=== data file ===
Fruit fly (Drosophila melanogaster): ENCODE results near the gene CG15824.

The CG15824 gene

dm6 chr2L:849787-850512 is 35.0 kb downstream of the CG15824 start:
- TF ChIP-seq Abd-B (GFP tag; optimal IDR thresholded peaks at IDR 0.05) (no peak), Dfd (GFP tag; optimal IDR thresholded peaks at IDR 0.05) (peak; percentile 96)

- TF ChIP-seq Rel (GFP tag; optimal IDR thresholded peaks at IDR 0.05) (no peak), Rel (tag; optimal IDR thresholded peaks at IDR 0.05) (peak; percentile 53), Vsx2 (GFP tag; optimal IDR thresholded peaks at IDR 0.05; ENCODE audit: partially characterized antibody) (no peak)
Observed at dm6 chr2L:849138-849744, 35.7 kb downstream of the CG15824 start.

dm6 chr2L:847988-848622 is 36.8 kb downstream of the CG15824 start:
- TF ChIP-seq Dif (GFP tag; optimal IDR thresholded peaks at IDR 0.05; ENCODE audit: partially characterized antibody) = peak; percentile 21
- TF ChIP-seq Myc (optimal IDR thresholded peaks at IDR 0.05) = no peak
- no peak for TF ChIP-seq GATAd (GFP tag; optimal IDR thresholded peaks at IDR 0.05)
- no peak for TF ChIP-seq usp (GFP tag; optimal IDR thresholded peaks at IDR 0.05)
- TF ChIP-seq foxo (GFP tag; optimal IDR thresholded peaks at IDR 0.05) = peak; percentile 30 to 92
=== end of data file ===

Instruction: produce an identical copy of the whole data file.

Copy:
Fruit fly (Drosophila melanogaster): ENCODE results near the gene CG15824.

The CG15824 gene

dm6 chr2L:849787-850512 is 35.0 kb downstream of the CG15824 start:
- TF ChIP-seq Abd-B (GFP tag; optimal IDR thresholded peaks at IDR 0.05) (no peak), Dfd (GFP tag; optimal IDR thresholded peaks at IDR 0.05) (peak; percentile 96)

- TF ChIP-seq Rel (GFP tag; optimal IDR thresholded peaks at IDR 0.05) (no peak), Rel (tag; optimal IDR thresholded peaks at IDR 0.05) (peak; percentile 53), Vsx2 (GFP tag; optimal IDR thresholded peaks at IDR 0.05; ENCODE audit: partially characterized antibody) (no peak)
Observed at dm6 chr2L:849138-849744, 35.7 kb downstream of the CG15824 start.

dm6 chr2L:847988-848622 is 36.8 kb downstream of the CG15824 start:
- TF ChIP-seq Dif (GFP tag; optimal IDR thresholded peaks at IDR 0.05; ENCODE audit: partially characterized antibody) = peak; percentile 21
- TF ChIP-seq Myc (optimal IDR thresholded peaks at IDR 0.05) = no peak
- no peak for TF ChIP-seq GATAd (GFP tag; optimal IDR thresholded peaks at IDR 0.05)
- no peak for TF ChIP-seq usp (GFP tag; optimal IDR thresholded peaks at IDR 0.05)
- TF ChIP-seq foxo (GFP tag; optimal IDR thresholded peaks at IDR 0.05) = peak; percentile 30 to 92